Six Principles for Integrating Non-Governmental Environmental Standards into Smart Regulation
Osgoode Hall Law Journal, Vol. 46, pp. 345-396, 2008
51 Pages Posted: 5 Mar 2010
Date Written: 2008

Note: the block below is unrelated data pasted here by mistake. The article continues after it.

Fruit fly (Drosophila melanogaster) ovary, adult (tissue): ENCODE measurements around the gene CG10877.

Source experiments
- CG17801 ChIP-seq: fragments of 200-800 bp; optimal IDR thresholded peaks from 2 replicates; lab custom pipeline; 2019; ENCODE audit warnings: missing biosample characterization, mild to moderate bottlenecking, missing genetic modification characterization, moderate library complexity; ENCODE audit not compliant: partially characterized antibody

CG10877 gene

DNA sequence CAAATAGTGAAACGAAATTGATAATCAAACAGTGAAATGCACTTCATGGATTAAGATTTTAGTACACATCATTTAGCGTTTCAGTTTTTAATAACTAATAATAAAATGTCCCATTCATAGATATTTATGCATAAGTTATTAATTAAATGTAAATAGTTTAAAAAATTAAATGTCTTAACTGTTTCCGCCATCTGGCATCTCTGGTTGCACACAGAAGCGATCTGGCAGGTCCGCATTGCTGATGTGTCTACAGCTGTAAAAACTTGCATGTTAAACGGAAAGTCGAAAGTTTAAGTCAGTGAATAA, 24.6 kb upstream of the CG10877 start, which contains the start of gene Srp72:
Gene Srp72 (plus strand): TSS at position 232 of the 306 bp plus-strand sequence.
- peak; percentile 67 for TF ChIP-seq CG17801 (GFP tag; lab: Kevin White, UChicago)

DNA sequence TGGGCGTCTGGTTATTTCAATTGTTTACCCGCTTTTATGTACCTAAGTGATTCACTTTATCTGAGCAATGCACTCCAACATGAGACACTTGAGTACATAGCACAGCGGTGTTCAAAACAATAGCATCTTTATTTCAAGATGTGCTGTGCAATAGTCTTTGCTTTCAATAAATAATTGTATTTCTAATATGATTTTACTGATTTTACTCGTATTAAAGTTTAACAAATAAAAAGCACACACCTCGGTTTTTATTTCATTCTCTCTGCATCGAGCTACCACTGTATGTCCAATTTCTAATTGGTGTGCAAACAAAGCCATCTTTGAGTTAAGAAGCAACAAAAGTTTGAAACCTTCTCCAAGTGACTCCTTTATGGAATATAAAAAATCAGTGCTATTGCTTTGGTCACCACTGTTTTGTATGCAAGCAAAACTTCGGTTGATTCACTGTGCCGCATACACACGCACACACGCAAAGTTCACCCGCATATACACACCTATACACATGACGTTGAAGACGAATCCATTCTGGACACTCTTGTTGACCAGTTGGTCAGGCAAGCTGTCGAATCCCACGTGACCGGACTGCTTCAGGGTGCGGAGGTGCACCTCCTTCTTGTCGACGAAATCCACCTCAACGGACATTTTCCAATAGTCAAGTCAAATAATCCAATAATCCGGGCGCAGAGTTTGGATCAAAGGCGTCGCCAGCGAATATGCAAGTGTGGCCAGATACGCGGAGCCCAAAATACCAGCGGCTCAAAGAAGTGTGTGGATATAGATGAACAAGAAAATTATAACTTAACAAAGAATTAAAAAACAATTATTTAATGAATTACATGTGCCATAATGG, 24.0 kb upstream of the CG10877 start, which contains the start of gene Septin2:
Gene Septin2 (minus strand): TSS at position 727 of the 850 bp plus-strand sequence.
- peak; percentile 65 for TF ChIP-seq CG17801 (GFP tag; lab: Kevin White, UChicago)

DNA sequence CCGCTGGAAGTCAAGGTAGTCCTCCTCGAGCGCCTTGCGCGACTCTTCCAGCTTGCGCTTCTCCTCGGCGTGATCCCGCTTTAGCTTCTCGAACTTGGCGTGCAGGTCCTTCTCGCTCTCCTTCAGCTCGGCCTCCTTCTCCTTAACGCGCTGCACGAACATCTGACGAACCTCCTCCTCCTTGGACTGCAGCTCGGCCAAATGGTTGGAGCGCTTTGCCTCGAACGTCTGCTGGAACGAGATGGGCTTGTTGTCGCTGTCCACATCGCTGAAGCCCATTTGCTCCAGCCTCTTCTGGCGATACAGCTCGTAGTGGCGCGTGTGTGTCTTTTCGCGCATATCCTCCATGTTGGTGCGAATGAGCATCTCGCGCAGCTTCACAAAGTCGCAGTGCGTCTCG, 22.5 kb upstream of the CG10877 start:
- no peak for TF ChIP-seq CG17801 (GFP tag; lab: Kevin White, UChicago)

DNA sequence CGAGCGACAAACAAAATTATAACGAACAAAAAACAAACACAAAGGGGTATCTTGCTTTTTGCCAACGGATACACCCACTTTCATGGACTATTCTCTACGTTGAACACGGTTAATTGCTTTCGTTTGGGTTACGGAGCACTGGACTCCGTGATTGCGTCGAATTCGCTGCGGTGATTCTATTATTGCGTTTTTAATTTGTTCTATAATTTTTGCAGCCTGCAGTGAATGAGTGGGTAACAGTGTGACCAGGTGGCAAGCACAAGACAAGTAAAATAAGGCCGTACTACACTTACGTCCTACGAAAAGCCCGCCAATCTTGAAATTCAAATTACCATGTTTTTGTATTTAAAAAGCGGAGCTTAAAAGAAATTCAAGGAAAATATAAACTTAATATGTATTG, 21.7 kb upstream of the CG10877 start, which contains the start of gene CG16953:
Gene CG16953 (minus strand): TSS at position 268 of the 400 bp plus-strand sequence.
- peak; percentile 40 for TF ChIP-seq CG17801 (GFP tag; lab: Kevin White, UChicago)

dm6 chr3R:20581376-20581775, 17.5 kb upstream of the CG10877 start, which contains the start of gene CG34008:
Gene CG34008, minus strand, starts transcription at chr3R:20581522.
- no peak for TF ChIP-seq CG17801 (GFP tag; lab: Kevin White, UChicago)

Ontario recently introduced environmental penalties (EPs), the environmental equivalent of speeding tickets. EPs are widely understood as part of a move toward "smarter" environmental regulation. As part of the EPs regime, facilities with an environmental management system aligned with ISO 14001 or Responsible Care qualify for reduced penalties. The Ontario government’s attempt to incorporate voluntary standards - such as ISO 14001 - into its EPs regulations was not very smart, however, because it failed to observe six principles that, in our view, should guide the incorporation of standards into smart regulation. First, do not reinvent the wheel. If an existing standard fulfills the objectives of a proposed regulation, and was developed by a recognized standards body through a multi-stakeholder consensus process, it would be "smart" to incorporate the standard into the regulatory scheme as far as possible and appropriate, rather than drafting a new standard from scratch. Second, avoid unexplained discrepancies between the regulation and the standard. Third, if an existing, widely accepted standard does not, on its own, meet all of the public policy goals of the proposed regulation, indicate clearly how the standard is deficient and what more is required to meet public policy objectives. Fourth, consult relevant standardization bodies when developing regulations; they are experts on the topic. Fifth, participate in standardization processes in order to keep abreast of developments and influence the content of the standards. Finally, where both regulators and standards development bodies have failed to take into account the special characteristics and challenges of small businesses, they must now address these important factors. A critical period for small business and sustainability is about to unfold.
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